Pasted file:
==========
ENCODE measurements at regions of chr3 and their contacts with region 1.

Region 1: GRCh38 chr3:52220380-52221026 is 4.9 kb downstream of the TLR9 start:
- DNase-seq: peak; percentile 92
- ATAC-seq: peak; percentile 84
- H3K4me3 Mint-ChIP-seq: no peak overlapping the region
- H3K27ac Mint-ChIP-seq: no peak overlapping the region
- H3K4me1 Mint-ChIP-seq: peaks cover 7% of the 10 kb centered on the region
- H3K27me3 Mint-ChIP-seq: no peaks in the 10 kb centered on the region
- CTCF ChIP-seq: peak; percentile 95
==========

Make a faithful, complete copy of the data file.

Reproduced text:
ENCODE measurements at regions of chr3 and their contacts with region 1.

Region 1: GRCh38 chr3:52220380-52221026 is 4.9 kb downstream of the TLR9 start:
- DNase-seq: peak; percentile 92
- ATAC-seq: peak; percentile 84
- H3K4me3 Mint-ChIP-seq: no peak overlapping the region
- H3K27ac Mint-ChIP-seq: no peak overlapping the region
- H3K4me1 Mint-ChIP-seq: peaks cover 7% of the 10 kb centered on the region
- H3K27me3 Mint-ChIP-seq: no peaks in the 10 kb centered on the region
- CTCF ChIP-seq: peak; percentile 95